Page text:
Along with the cold, for many people, comes financial hardship at this time of year. With electricity prices rising, the price of basic food and day-to-day items soaring, many people find it increasingly difficult to make ends meet. There can be a tendency in our culture to say “let’s give a hand up, not a hand out”…and this can be a good thing – when it happens! However, the reality is that so often people go without either a hand up or a hand out and have to make it through life in very hard circumstances.
A couple of weeks ago I read an article that came out of research from the University of Waikato (can be found on our FB group). The article says that, “According to the OECD at least one in five New Zealand children live in severe or significant hardship…”. Researcher Professor Hodgetts of the University is quoted as saying that, “New Zealand had gone from one of the most equitable societies – in terms of income distribution – to one of the worst. And the cracks are getting bigger...”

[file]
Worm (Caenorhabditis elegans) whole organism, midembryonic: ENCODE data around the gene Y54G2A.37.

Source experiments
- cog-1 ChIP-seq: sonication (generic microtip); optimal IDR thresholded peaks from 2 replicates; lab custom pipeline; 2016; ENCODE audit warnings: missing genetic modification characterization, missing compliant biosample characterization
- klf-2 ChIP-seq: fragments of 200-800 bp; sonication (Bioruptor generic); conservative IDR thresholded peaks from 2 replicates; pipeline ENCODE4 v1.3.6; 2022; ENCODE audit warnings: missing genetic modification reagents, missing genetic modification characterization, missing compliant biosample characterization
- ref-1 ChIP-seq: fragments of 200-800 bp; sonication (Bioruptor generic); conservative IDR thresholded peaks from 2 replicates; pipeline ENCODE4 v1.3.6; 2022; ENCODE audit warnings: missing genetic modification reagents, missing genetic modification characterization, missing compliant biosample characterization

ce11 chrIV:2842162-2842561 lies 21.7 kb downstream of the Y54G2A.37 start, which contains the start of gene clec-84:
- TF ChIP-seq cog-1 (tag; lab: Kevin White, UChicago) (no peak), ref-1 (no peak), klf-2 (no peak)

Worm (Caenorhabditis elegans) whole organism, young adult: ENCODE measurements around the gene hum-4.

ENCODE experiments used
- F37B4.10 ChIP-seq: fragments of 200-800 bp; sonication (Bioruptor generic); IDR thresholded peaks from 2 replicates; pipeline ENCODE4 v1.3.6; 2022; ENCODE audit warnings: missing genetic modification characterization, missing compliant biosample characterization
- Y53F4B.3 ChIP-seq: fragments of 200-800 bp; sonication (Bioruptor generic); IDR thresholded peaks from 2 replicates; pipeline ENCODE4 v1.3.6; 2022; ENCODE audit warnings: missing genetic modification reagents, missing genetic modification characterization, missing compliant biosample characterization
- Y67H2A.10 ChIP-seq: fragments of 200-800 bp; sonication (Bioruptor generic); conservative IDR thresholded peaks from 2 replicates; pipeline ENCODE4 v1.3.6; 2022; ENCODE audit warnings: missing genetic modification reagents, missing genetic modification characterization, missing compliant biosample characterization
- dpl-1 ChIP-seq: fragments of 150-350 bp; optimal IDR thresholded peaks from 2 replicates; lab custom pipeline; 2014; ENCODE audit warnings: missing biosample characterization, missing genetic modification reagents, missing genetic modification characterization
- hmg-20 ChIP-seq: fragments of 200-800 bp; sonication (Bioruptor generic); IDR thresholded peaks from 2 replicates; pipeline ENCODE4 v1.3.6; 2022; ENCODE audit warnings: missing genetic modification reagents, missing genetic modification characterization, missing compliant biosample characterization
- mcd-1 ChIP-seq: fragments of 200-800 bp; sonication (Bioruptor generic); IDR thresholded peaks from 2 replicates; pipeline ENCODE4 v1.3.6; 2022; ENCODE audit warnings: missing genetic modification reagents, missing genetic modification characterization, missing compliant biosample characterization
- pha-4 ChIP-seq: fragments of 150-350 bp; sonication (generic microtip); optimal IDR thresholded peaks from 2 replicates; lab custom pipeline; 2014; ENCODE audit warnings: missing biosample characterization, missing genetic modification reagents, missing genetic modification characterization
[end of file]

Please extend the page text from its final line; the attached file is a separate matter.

As Christians, how seriously do we take these issues? What is our God-driven response to such challenges? For me this is not a political issue, it’s a human one. How do we respond to people within our own fellowship who come against hard times? (maybe you or I are "that person"?) How do we respond to the person who we bump into on the street or who comes to Church looking for assistance?
Jesus says “Blessed are the poor in spirit.” Philip Yancey in his book “The Jesus I Never Knew” writes: “One commentary translates that ‘Blessed are the desperate.’ With no-where to turn, the desperate just may turn to Jesus, the only one who can offer the deliverance they long for.” (p. 114)
So as we sit in front of the fire place let’s consider those who don’t have any wood for the fire. Let’s consider the opportunity we have to share the love of Jesus with others, and the possibility that they may just find the life of this Jesus that we talk about, lived out in our actions too.
Pastor David Auty